Māori Party president Che Wilson accepts the party made a mistake for failing to correctly declare donations made to the party to the Electoral Commission.
The commission has referred the matter to Police to investigate three substantial donations to the Maori Party totalling $327,000 last year, the largest being $158,000 from then party leader John Tamihere, as well as $120,000 by Aotearoa Te Kahu and $49,000 from the National Urban Māori Authority.
All three donations were not declared until March and April this year.
Donations of over $30,000 must be declared within 10 working days of donations being made.
Wilson says the party didn't believe the funds were donations and he takes full responsibility for the mistake.
"I te mea, i uru mātou i roto i tēnei kaupapa, i reita tā mātou whakamōhio atu ki te Electoral Commision, i ngā takoha me tā mātou pōhēhē e ara ēnā atu moni e takoha ki tā te ture kī ai. Nā reira, ko tō mātou kuare."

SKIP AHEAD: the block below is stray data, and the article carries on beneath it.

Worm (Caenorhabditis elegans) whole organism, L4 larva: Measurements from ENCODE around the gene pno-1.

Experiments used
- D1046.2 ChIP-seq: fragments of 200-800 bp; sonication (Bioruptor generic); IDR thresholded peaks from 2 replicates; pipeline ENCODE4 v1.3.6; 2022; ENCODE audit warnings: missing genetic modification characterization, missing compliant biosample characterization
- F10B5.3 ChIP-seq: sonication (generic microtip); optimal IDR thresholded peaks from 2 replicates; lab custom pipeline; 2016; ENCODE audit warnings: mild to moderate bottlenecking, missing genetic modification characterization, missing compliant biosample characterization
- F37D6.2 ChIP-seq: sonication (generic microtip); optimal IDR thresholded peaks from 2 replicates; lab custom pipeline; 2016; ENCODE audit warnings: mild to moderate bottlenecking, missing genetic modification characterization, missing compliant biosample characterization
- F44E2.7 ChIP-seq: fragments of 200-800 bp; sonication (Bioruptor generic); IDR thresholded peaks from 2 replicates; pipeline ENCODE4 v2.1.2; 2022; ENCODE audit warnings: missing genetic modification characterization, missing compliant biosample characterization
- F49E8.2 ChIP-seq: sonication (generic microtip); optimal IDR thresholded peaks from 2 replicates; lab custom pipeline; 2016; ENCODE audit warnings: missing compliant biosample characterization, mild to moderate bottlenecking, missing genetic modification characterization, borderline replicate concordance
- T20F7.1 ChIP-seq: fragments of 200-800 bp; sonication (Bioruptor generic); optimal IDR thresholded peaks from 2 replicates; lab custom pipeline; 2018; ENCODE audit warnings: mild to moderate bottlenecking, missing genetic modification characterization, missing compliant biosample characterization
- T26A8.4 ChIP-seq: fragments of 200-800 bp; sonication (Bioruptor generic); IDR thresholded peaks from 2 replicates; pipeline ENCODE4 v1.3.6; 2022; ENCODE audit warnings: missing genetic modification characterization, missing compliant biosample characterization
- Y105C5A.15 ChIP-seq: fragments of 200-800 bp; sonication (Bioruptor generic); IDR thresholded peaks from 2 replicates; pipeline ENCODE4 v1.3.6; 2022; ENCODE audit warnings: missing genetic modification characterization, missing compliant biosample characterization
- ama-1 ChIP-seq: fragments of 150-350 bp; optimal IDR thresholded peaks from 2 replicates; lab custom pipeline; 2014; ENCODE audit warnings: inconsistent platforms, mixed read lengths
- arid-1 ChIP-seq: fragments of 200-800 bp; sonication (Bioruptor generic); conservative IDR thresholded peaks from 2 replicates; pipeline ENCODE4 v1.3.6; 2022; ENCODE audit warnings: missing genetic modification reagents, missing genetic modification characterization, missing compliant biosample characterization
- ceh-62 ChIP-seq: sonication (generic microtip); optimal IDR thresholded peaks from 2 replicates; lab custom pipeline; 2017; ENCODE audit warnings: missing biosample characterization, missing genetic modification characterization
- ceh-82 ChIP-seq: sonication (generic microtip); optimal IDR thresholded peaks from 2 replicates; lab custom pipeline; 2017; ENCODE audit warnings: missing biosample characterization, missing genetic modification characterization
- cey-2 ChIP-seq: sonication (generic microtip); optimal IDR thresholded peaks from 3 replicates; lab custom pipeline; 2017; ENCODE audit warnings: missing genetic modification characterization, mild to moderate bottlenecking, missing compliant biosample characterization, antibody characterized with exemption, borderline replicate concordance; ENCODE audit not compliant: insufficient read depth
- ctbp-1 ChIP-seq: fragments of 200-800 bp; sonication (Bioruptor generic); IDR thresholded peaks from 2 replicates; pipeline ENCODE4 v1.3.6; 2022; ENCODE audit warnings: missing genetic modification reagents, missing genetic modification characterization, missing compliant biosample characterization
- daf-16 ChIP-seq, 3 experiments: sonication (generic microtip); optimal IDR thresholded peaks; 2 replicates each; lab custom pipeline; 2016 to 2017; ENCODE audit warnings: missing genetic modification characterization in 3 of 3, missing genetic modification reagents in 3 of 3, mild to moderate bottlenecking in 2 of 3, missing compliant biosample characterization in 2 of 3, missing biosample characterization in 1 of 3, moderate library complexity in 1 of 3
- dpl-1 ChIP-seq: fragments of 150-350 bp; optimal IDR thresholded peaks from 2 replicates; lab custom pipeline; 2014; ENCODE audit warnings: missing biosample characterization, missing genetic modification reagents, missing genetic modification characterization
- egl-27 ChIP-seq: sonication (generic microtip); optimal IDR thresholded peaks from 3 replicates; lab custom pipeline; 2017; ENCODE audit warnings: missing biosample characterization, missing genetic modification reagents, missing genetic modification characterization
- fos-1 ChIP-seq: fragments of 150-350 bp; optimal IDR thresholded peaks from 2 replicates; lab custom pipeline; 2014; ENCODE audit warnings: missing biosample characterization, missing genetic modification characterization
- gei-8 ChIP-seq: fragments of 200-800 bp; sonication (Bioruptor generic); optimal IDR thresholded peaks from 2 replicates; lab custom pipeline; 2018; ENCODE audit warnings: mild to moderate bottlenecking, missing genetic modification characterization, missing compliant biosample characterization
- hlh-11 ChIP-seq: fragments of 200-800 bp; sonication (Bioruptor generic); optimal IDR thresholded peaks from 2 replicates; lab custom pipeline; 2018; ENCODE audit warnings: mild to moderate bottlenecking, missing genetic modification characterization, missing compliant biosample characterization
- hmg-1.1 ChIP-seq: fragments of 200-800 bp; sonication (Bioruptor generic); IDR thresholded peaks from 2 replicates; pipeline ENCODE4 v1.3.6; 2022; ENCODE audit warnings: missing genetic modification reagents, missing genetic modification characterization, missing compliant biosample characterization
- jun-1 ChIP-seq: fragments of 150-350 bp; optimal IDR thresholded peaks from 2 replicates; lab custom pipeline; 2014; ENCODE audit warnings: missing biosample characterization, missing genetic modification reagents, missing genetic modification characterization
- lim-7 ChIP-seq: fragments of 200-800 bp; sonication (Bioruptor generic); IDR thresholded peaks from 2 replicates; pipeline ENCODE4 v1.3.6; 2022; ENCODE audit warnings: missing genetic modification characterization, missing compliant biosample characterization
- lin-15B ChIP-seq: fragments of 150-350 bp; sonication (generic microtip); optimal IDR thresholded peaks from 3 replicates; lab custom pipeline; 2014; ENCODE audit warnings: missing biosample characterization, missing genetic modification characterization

(We have ended up in this position because we were too late to let the Electoral Commission know about the donations, as we didn't know we had to).
"Kaore ngā electorates me ngā candidates i hapa. Engari ko tā mātou a motu nei, a pāti nei i hapa. Na reira, māku tēnei e pīkau."
(It is not our electorates nor our candidates who made the mistake. But as a party, we did make a mistake. So I will take responsibility for that.)
Past donation errors
Not declaring donations of more than $30,000 is not new in New Zealand politics.
National failed to declare over $35,000 in donations from veteran Barfoot & Thompson executive Garth Barfoot but the party is yet to be referred to the police.
In 2018, police charged New Zealand People's Party general secretary Anil Kumar Sharma with breaching the Electoral Act after he failed to correctly file details of more than $200,000 in donations with the Electoral Commission.